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Crime Security

How Do I Fight Russian Site Cloners? 208

An anonymous reader writes "I used to run a small web design service, the domain for which I allowed to expire after years of non-use. A few weeks ago, I noticed that my old site was back online at the old domain. The site-cloners are now using my old email addresses to gain access to old third-party web services accounts (invoicing tools, etc.) and are fraudulently billing my clients for years of services. I've contacted the Russian site host, PayPal, and the invoicing service. What more can I do? Can I fight back?"
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How Do I Fight Russian Site Cloners?

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  • fight back (Score:5, Insightful)

    by toxygen01 ( 901511 ) on Friday April 16, 2010 @10:47AM (#31871916) Journal
    check the dns domain registrar of theirs and report domain abuse.
    that's what whois information is about too.
  • More To It? (Score:3, Insightful)

    by s7uar7 ( 746699 ) on Friday April 16, 2010 @10:49AM (#31871950) Homepage
    How do they know which third-party web services you used to use, unless it's one of your old clients?
  • by Bourdain ( 683477 ) on Friday April 16, 2010 @10:50AM (#31871972)
    Wouldn't it just be cheaper/easier to just never let even remotely valuable/vulnerable domains expire since it costs so little to keep renewing them?
  • Contact the FBI (Score:3, Insightful)

    by Orga ( 1720130 ) on Friday April 16, 2010 @10:55AM (#31872040)
    I assume this is a form of wire fraud, international at that.
  • To ease your conscience, pull together your old contact list and let your former clients know that you've not been running the business (or charging for services) for years. Advise them of the current scam, and hope they get your message before they pay the bad guys.

    While I have your attention, shame on you for letting your business go dark without tying up the loose ends (e.g., informing your customers). I feel for your customers.
  • Re:More To It? (Score:1, Insightful)

    by Anonymous Coward on Friday April 16, 2010 @11:00AM (#31872130)

    It probably wasn't difficult at all, really. I would guess that he signed up for all those services with a fairly generic e-mail address like,,, etc., which they've probably re-created. Once those addresses started getting e-mail from the third-party services, they were in.

  • by uglyduckling ( 103926 ) on Friday April 16, 2010 @11:01AM (#31872134) Homepage
    Yes!! You've hit on the perfect answer. Hindsight and a time machine can solve any problem. Bravo!
  • Re:ICANN (Score:5, Insightful)

    by v1 ( 525388 ) on Friday April 16, 2010 @11:12AM (#31872268) Homepage Journal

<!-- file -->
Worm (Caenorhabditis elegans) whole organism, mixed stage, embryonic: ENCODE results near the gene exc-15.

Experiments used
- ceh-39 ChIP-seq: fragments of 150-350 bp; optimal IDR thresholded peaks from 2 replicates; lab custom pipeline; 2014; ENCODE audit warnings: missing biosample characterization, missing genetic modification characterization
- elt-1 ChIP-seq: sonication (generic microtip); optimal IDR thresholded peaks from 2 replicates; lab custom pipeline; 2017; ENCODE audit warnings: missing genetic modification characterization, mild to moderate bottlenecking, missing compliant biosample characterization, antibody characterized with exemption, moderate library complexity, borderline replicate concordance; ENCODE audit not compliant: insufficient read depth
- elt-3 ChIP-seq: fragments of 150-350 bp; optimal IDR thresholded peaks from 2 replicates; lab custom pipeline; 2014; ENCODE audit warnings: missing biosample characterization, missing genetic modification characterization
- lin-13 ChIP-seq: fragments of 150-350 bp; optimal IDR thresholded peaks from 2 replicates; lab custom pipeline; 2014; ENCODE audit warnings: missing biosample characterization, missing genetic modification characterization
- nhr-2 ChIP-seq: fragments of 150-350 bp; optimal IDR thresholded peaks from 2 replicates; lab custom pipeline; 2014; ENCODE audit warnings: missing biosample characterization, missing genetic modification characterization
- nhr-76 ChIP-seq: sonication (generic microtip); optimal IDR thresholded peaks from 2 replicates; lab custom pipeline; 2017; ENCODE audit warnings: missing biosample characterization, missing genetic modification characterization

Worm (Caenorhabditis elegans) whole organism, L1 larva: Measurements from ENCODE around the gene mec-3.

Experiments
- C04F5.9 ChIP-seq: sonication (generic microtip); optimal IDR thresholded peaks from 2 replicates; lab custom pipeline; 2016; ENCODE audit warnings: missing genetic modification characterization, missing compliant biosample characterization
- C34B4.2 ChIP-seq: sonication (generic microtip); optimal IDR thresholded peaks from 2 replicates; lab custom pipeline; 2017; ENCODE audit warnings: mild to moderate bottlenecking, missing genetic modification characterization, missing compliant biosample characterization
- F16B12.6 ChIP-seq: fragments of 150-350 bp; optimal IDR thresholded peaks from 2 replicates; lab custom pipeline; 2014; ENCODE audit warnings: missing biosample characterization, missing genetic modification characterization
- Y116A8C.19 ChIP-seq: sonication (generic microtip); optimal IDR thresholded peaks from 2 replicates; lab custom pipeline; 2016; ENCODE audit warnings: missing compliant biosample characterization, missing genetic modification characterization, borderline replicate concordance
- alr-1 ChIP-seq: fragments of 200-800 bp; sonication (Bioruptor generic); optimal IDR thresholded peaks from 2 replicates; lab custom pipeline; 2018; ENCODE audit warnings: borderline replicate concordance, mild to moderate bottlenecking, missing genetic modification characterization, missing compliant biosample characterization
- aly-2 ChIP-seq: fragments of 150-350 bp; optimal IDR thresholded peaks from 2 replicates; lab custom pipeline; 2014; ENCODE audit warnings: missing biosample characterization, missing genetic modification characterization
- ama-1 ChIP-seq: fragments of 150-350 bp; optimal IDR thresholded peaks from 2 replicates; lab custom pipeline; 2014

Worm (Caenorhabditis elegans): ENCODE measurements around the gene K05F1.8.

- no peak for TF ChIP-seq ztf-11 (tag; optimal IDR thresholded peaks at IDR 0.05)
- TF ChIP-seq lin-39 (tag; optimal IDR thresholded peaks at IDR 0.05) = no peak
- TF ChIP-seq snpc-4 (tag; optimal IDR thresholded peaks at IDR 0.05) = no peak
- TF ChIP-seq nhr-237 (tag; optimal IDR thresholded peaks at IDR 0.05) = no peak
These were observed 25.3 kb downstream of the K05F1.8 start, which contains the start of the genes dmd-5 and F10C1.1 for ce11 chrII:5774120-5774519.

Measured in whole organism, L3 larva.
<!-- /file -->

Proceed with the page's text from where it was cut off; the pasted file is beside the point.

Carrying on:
the problem I see with this though is it's not like the domain was stolen. He allowed it to lapse while having email addresses on that domain still recognized by clients. They legally registered it, and are now making life hard for him. He screwed up, and can't go running to the authorities for that alone. Now clearly they're being fraudulent WITH the domain, but they obtained it legally, so that makes it a lot harder to legally take away.

  • Re:ICANN (Score:5, Insightful)

    by Rich0 ( 548339 ) on Friday April 16, 2010 @11:22AM (#31872414) Homepage

    Additionally, it doesn't sound like he even wants the domain back. He just wants people to stop using it to impersonate him.

    Suppose I own a domain, and want to stop using it. No big deal - I let it lapse. I don't want to pay for it - I don't need it. However, if somebody were to register it expressly for the purpose of impersonating me, I'd certainly care about it!

    The same thing can happen offline. Suppose I buy a home and phone number that used to be owned by Bill Gates simply so that I can impersonate him and clean out his bank accounts or whatever. Should Bill Gates need to dispute my purchase of the home? That isn't what is at issue.

    The problem is fraud, not domain ownership in this case.

    The real solution is to not tie identity to a domain. Sure, you can deliver based on a domain, but emails should be encrypted to a certificate, and signed by a certificate, and identity should be based on that.

    For whatever reason it seems like we live in this fantasyland where security and authentication is an afterthought in almost all internet protocols...

  • Re:ICANN (Score:4, Insightful)

    by MobyDisk ( 75490 ) on Friday April 16, 2010 @11:27AM (#31872464) Homepage

    They are committing fraud.

    If you sell your house, and I move in, that does not mean that I can legitimately use your credit card just because I have your mailing address.

  • by wvmarle ( 1070040 ) on Friday April 16, 2010 @11:35AM (#31872552)

    I didn't immediately think "insider" but now you mention it... it makes total sense of a very unbelievable story.

    Oh well yet another story that doesn't pass a reality check, and in good kdawson fashion no supporting links or so. Here we go:

    The fraudsters copied the web site (that was presumably off-line for a long time). Trivial if it is all static pages, not trivial to impossible if it includes a lot of server-side scripting and you do not have access to the server directly. And quite unlikely that a web site is copied and kept archived by would-be fraudsters hoping that in the future the owner lets the domain expire so they can bring it back on-line? No. It just doesn't happen.

    Then they need to know which third-party services you used. And that you were so trusting that you use a third-party web service for invoicing in the first place.

    Then they know your clients (potentially through the third-party invoice service).

    Then they have your passwords (I may assume password protection).